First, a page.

Buck Clayton first rose to national fame as the lead soloist with the first great Count Basie band that roared out of Kansas City in late fall, 1936. Ironically, while Clayton’s understated, bell-like sound is associated with the hard swinging Kansas City style, he actually spent little time in Kansas City. By the time he arrived at the famed Reno Club, a small dive on 12th Street, Clayton had already led a colorful career as a band leader, ranging from Los Angeles to Shanghai.
Born in Parsons, Kansas, Clayton grew up in a musical family. Clayton’s father, a minister, taught him the basics of music. Picking up the trumpet as a teenager, Clayton performed with the church band, featuring his mother on organ. He first heard the clarion call of jazz during a stopover by the George E. Lee band in Parsons. After high school, Clayton followed his muse to California, where he began his professional career.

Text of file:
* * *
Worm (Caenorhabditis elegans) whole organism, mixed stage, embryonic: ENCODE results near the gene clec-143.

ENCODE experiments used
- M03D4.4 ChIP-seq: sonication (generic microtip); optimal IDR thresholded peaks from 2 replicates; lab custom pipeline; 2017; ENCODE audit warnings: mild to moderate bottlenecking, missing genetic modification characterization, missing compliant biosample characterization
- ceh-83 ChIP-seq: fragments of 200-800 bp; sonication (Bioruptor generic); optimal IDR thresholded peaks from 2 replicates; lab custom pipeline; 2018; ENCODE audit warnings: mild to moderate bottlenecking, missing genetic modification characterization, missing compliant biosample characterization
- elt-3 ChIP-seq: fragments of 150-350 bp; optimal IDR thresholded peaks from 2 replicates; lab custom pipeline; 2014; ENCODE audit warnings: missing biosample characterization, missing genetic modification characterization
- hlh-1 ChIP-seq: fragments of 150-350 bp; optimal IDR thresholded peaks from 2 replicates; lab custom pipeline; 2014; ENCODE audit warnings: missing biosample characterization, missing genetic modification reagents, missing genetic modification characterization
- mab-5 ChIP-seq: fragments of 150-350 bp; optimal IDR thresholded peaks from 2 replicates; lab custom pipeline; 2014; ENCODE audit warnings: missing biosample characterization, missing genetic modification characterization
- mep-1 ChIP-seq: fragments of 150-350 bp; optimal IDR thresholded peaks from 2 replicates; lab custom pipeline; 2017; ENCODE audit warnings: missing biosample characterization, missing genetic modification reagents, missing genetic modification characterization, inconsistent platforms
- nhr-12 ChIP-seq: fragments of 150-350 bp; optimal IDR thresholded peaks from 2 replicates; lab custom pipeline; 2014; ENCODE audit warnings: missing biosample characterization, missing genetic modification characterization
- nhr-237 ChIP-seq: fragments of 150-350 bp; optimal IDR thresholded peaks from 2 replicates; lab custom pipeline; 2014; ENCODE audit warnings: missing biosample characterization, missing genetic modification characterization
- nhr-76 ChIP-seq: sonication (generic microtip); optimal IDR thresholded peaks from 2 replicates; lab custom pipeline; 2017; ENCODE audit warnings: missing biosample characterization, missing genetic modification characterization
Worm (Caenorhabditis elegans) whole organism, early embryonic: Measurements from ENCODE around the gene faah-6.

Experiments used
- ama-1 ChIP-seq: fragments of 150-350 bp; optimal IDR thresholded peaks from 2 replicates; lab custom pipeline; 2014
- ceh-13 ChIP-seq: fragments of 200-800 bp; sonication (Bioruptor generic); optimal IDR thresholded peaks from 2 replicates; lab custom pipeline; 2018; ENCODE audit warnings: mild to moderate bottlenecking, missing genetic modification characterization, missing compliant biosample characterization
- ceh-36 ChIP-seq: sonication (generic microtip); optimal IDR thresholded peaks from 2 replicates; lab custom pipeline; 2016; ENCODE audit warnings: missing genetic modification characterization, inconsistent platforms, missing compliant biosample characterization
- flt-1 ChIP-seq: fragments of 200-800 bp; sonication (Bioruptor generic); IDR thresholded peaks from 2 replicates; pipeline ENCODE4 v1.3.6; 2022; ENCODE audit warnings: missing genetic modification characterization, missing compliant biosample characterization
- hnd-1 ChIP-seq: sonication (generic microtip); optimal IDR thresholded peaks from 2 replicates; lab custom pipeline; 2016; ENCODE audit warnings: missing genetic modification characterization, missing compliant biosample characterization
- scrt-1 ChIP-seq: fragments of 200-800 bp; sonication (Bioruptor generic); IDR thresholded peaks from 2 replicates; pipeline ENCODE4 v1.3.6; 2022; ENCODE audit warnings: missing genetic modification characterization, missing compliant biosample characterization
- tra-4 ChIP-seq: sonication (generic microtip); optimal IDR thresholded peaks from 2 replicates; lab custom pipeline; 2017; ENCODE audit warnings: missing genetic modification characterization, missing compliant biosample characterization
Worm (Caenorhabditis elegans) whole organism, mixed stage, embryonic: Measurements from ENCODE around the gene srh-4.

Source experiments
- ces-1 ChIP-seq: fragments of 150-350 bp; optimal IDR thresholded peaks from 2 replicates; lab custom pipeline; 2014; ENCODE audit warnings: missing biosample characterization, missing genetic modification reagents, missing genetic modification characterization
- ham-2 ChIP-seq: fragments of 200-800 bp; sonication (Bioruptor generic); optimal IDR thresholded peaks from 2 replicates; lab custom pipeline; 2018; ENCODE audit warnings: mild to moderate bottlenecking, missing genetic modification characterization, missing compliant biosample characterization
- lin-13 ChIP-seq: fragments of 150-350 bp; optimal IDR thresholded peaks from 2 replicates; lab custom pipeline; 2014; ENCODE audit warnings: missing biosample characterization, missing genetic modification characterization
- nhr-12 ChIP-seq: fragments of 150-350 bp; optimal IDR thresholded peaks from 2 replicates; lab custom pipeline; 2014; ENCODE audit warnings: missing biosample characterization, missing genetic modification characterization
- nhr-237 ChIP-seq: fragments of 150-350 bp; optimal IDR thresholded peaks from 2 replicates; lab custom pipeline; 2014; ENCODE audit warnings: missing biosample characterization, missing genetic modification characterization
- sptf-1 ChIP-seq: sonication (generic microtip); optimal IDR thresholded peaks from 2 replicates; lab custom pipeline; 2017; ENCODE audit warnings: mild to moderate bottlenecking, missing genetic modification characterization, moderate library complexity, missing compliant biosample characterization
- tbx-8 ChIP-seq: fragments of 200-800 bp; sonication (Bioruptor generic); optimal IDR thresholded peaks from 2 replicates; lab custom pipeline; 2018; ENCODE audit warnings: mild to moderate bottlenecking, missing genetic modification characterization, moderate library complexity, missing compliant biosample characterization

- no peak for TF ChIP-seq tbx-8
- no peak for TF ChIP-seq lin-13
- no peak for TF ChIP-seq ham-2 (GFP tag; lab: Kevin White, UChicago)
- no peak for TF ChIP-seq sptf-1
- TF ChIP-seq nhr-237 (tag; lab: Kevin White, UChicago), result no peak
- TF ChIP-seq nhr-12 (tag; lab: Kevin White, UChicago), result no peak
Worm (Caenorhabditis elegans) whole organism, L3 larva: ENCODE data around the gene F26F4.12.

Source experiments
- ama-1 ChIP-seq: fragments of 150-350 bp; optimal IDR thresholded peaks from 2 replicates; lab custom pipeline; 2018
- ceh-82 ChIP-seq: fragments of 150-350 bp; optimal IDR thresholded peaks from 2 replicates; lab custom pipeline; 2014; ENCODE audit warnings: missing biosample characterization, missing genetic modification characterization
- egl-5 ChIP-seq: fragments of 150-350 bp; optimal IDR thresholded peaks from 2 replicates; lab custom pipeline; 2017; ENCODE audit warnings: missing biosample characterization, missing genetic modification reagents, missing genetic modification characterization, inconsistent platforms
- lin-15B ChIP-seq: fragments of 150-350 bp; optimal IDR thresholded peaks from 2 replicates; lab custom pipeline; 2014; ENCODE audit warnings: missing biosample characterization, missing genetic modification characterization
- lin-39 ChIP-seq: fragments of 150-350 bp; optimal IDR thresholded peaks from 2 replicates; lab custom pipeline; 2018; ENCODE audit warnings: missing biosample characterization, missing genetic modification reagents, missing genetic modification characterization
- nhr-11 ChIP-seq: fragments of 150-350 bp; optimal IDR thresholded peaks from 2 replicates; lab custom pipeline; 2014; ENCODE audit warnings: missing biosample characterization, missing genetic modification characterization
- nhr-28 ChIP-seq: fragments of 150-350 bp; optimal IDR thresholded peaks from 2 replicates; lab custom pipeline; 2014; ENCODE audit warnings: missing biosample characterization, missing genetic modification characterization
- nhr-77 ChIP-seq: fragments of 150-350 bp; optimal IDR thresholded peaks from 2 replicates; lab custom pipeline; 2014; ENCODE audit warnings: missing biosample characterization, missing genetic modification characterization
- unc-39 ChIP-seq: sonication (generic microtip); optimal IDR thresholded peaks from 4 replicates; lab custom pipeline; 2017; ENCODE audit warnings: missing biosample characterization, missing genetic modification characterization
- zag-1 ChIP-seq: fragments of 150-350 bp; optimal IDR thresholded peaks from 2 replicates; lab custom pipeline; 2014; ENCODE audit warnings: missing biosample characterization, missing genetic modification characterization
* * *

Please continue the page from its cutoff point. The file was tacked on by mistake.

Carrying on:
In Los Angeles, Clayton joined Charlie Echols' 14-piece band, playing taxi dances and ballrooms. Clayton and other band members soon left Echols to join forces with Broadway producer Earl Dancer and work in movies. When Dancer, a chronic gambler, disappeared with the payroll, Clayton took over leadership of the group. Just 23 years old, Clayton led his new band to China.
In 1934, the Clayton band opened at the palatial Canidrome Ballroom in Shanghai, China, becoming one of the first bands to play the Orient. Madame Chiang Kai- Shek and other celebrities flocked to the Canidrome nightly to sway to a potent mixture of hot jazz and classical music performed by the band, decked out in tails. The Clayton band spent the next two years at the Canidrome, with a short jaunt to Japan. A melee with a former Marine that turned the dance floor into a roiling free-for-all cost Clayton the job at the Canidrome. Unable to find steady work in Shanghai, Clayton and what remained of the band returned to the United States.